ORIGIN OF WIJTDFAM.—The origin of tills term is said to bo Uio following Some of the nobility of England, by t,ho tenure of their esLat.es, wore forbidden felling of any of the trees upon them, Uio Linibor being reserved for Lhe use of Lhe royal navy. S"c!i trees iijs fell without cuLting were Lho properly of the occupant. A tornado, therefore, was quilo a joyful event to those who Of foi-est. uiid Llia w:iz(L- W-la Of Abharithe quarterly organ of the Anglo- Indian Tempera nee Association, givesin its Jan. issue a great variety of matter bearing on the two awful twin evils of the East, drink and opium. Mr. W. S. Caine as Secretary of the Asso- ciation contributes an unusually large number of bright crisp "Current;" Dr. B. W. Richardson supplies a powerful scientific exposure of "Indian Hemp;" portraits and sketches are given of the Earl of Carlisle, Rev. A. Turnbull, Surrendra Nath Bannerjee, and P. B. Dantra, the two latter influential native supporters of the Associ- ation. In addition the general contents are highly interesting. Abkari" is edited by Mr. H.J. Osborn, and is sent to subscribers in this country from the offices of the A.I.T.A., 33 North Side, Clapham Common, S. W. Mr. Joshua Rowntree, M.P., made a. vigourous defence on Temperance effort at Scarborough on Friday night. He said abstainers would be bound to go on telling what they knew and believed as long as there were men and women fellow citi- zens who were wrecking themselves, their lives and their families by reason of the drink customs of society. They might as well be asked to give the life-boat service and rocket apparatus all ale ng the coast as long as there was danger of a ship going ashore as expect them to refrain from talking Temperance. Men were all puzzling their brains to discover a remedy for the influ- enza, and the Government was moving in the matter. But here was a greater curse, for which they had a simple remedy, which was that they had merely to give up the cause, and the effect would soon cease. Surely this was a simple thing to do. They knew whatTemperance bad done for thousands, and lie called upon them to make the new year happier for themslves by endeavouring to make it happier for others.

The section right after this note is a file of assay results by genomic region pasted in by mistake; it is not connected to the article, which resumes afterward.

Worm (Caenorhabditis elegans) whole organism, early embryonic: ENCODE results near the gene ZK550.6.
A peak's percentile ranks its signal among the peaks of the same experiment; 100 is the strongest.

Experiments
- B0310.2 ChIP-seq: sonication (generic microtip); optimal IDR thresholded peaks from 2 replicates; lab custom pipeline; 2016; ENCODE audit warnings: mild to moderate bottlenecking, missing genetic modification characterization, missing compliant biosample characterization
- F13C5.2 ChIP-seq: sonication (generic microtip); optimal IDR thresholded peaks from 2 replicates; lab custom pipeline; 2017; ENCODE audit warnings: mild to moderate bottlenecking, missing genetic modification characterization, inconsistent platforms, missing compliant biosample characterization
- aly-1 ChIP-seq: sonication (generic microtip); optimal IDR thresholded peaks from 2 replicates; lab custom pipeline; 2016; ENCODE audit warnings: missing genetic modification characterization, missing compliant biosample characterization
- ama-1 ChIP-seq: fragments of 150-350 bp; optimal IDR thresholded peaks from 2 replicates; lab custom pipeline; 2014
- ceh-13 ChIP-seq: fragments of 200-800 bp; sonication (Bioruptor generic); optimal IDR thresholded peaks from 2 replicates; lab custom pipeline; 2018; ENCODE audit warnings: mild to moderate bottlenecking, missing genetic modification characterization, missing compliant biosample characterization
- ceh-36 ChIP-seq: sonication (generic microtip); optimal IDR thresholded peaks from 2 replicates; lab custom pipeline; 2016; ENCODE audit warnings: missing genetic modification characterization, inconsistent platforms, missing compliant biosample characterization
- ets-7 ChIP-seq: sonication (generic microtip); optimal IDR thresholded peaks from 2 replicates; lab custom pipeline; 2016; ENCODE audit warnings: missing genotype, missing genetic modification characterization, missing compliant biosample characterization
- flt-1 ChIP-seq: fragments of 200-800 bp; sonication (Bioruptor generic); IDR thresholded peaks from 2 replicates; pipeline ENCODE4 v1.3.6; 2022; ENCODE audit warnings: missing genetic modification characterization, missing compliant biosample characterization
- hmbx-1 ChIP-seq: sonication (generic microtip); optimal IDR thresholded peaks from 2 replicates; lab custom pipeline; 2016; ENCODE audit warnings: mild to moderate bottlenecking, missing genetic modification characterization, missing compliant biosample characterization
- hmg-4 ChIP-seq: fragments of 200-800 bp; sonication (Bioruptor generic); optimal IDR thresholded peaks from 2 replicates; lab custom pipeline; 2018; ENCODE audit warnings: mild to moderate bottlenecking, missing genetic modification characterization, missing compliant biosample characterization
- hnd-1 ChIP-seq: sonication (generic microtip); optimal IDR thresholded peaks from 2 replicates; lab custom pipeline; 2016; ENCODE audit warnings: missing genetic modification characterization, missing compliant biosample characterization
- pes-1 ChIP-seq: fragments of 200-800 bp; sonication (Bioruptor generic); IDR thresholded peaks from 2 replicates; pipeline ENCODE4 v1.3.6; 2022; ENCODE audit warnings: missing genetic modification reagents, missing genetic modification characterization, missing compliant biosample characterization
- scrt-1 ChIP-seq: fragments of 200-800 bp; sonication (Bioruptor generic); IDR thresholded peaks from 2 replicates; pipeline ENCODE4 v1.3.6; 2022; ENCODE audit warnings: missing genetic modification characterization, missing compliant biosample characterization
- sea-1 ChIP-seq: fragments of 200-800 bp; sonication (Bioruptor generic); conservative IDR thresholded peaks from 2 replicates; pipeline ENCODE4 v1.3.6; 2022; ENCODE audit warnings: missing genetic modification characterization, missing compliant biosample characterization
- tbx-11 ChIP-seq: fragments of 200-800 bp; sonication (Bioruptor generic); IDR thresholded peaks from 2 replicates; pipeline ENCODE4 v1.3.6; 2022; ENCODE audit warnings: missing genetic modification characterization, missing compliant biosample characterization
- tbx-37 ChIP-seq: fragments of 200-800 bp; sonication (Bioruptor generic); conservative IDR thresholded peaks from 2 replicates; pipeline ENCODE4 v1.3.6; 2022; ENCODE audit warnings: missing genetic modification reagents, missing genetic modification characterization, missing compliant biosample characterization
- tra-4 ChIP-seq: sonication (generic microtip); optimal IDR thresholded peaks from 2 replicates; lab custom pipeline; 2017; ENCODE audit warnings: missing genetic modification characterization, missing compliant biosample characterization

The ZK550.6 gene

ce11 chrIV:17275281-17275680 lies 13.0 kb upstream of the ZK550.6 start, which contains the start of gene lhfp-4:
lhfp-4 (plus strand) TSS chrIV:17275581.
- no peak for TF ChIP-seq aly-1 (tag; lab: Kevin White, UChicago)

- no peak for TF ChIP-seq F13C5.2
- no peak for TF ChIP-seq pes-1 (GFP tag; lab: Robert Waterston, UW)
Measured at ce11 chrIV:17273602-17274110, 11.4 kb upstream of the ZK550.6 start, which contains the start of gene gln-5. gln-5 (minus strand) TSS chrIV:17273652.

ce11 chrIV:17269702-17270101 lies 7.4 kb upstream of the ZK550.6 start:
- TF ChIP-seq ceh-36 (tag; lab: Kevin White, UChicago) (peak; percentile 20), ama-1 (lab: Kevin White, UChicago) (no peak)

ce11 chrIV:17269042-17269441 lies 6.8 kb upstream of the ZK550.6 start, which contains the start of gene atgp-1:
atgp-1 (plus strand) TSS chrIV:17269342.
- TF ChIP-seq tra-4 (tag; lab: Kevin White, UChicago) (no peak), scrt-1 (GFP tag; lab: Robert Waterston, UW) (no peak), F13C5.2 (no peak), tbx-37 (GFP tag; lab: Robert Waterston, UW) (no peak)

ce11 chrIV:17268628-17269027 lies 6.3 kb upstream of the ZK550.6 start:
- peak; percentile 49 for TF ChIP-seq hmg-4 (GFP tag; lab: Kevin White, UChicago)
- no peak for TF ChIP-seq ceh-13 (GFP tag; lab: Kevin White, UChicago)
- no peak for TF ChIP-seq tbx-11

VARIETIES. Trip. POI.KA.—Somewhere about the year 18:11, a young peasant girl, who was in the service of a citizen of ElboLeinitz, in Bohemia, performed a dance of her own invention one Sunday afternoon for her special delectation, and sang a Miil.aUe tune to it. Tho schoolmaster, Joseph Normla, who happened to bo prose nr., wrote down the melody, and the new dallco was soon after publicly performed for Lho first tiino in Elbeteinitz. About J835 it made its entrance into Prague, and Lheu obtained the name of Polka, from the Bohemian word "Polka," or half, from Lho half-step prevalent in it. Four years later it was carried to Vienna by a Prague band. I" 1S40, a dancing-master of Piague danced the pollia Willi greal success at the Odeon," whence it found it.sj way, with extra- ordinary rapidity, to every dancing-room. The first polka that, appeared iu the music trade was compose by Franz Hiiniar, teacher at Kopidlinc, and eventually Labilzky, Leibmaiin, Prochaska, Swoboda, and TiLl, produced some first-rate polkas. The girl who discovered Lhia renowned dance was afterwards married, but no one knows her name. How FLTF.3 CMIIC.—Very interesting facts on the above subjocti were contibuLed to the Berlin Society of Natural History by Iferr H. Dewilz, which go far to prove that the feet of iiies cannot possess the sucking pro[»erties ascribed to them, for they are hard, and destitute of muscles. A long time ago lUackwcll contradicted this theory, and maintained that the power of adhercncc waS line to a st icky matter secreted from t.he fouto-hairs of the fly. Tilis theory was pronounced nob proven. Deivitz, after careful experiments, shows LliaC Blaekwell was right, lie watched the exudation i of the sticky matt-or from the feet of a lly, by fastening one to the under side of a piece of glass, uid examining it. Lhrollgh a microscope. A per- I feetly clear liquid was seen to flow from the ends of the foot-hairs, and to attach lhe foot to the ijlass. When lhe foot was lifted up to be pub iown in another place, the drops of sticky matter were left upon the glass exactly on the spot where the foothairs rested. Lcydig discovered certain glands in the folds of the foot in 1850, and from them the adhesive fluid appears to flow down through the hollow of the hair. A similar adhesive fluid appears to be possessed by bugs, many larvae, and probably by all insects which climb Lho under sides of leaves of trees and plants. BRANDY AS MKDICINE.—Dr. Traversi, who was formerly a surgeon in the Italian Army, has now been residing for several years in Eastern Africa is domestic physician to his Majesty Kitig Meuelelc U. of Shoa. It is evident that he is not of Dr. B. \V. Richardson's school. Possibly he owes his popularity with his swat,hy potentate to the fact that he prescribes spirituous liquors to his august) patient, instead of prohibiting them, and that ho and his king call brandy and rum "medicines." It appears that Dr. Traversi orders the king's brandy from Florence. The Florentine (listiller, Si 'nor Gualtievolti, is not content with the profit) of supplying a king with brandy, but thought that he should also like to enjoy the distinction of advertising himself as the sole purveyor to lha Court of Shoa. So he asked Dr. Traversi to ob- tain for him a diploma from his black Majesty. His request was graciously granted, and the dis- tiller has proudly sent the peculiar document) to the Italian journals. Here is the translation of it, We, MCllclek the Second, King of Shoa, Kafra, and all the countries, .impart by means of this brief to Guiseppe Gualtievolti, of Florence, who makes the medicines, the eweeb and good liquors, the righl; ttl continue making for us the three gnod tnedicines and wo also grant to him the right to alfix our armorial bearings over the door of the workshop in which the medicines aro m iilo. Given in the city of Entotto, on the 11th day of the month of Alai-iim, J887.—Menelek, Negus, of Shoa, who has conquered the Lion of J udall." Titti FIUST ELECTRIC TFLF(;RAPff. -Tlie firsb electric telegraph designed by Wheatstone was laid down 011 the North-Western Rail way between EII,;I.OII puare and Camden Town stations, a dis. tauco of a mile and a half. It was first worked nn Lhe evening of July 25th, 1837, which may be oll,.i"ercll as the birthday gf the electric telegraph in Eughui 1. Lot us see how and where it came to pass. ° Late in the evening, in a dingy little room near the booking-office in Euston Square, by tho lierhl. of a flaring dip-candle, which only illuminated i Lhe surroun ling darkness, sat the inventor, with a boating pulse and a heart full of hope. In an squally small room at Camden Town station, wbero tho wires terminaLed, sat Mr. Cooke, his co-partner, allll among others, two witnesses well known taj fame, Mr. Charles Fox and Mr. Stephenson. These gentlemen listened to the first, word spelled by thab trembling tongue of steel which will only cease to speak with the extinction of man himself. Mr. Cooke, in his turn, touched the keys and returned the answer. Never," said Professor Wheatstone, did I feel such a tumultuous sensation before, as when, all alone in the still room, I heard the needles clicic, and as I spelled the words, I felt all the magnitude of the invention now proved to bo practicable beyond cavil or dispute." SOME ROYAL FCNERAIS.—William the Firsb was buried at Caen, in Normandy, in a Monastery, of which he was the founder but a delay was made by the proprietor 6f the land, who demanded pay- ment for it before he would suffer the corpse to be interred. Henry the First died near Rouen, and was embalmed and breught to England, and buried atReadirg. Henry the Fifth died of pleurisy, August 1, 1422, at Rouen, and was brought thence fco London, with a magnificence suitable to the glory of his life. He was buried at Westminster. James, King of Scotland, accompanied the pro- cession as chief mourner; and all the nobility, princes of the blood, &c., attended the interment) of the royal remains. On the 14th of Lhe following T November the infant sou of the deceased monarch was carried in great st.at.e from the Tower, through the streeta of the city on his mother's lap, in an open chair, to the Pat-liaineitt then sitting at West- minster, who recognised his right to the throne. Henry the Sixth was buried at CIjel. tsey after. irnrds removed to Windsor, and thence to est,- minster. His funeral excuses amounted to £ 33, Gs. 8d. Queen Mary was buried in Henry Lhe Seventh's Chapel, with great pomp. ihe Bishop of Westminster preached her funenu ecr- mo", praising the late rei<rn, and lamented Lho present 8tat.e with which freedom that he was apprehend«d and confirmed. (Won Eli/abolli uas buried at Westminster on the 26tli of April, li;03. At which time," says Stowe, Lltat citie was surcharged with multitudes of all sorts of people in their streets, houses, windows, leads, and gutters, that came to see the obsequies and when they beheld her statue or picture lying upon Lhe coffin, set forth in royal robes, having a crown upon the head thereof, and a ball or sceptre iu either hand, there was such a generall syghing, groaning, and weeping, Ilail the like hath not beúllo seene or knowne in the ineinorie of man, iieyLher doth any historic mention any people, time, or State, to make the like lanienLaLion for the death of their soverayne." This funeral cost £ 17,42S. In a vault under St. George's Chapel at Windsor, are interred Henry the Eighth, his Queen, Jane Seymour, Charles the First, and a daughter of Queen Anno. On Uie 13th March, 1789, the work- men employed in repairing the chapel discovered the vault of King Edward the Fourth. The body, enclosed in a leaden and wooden coffin, measured eix foet three inches in length and appeared re- duced to a skeleton. The body of the coffin was covered with a muddy liquor, about, three inches deep, of a strong saline taste. Near this was found a wooden coffin, supposed to have contained the body of his Queen, who died about three years after the king, ä. confinement at Bermondsey Abbey, and is supposed to have been secretly interred. On the sides of this vault were inscribed, in characters resembling those of the times "Edward IV. with several name*, probably those of the workmen employed the funeral. The tomb of this King is fronted with touchstone over it 's a beautiful monument composed of steel, said to have been the work of Queutw )1J.e.ra.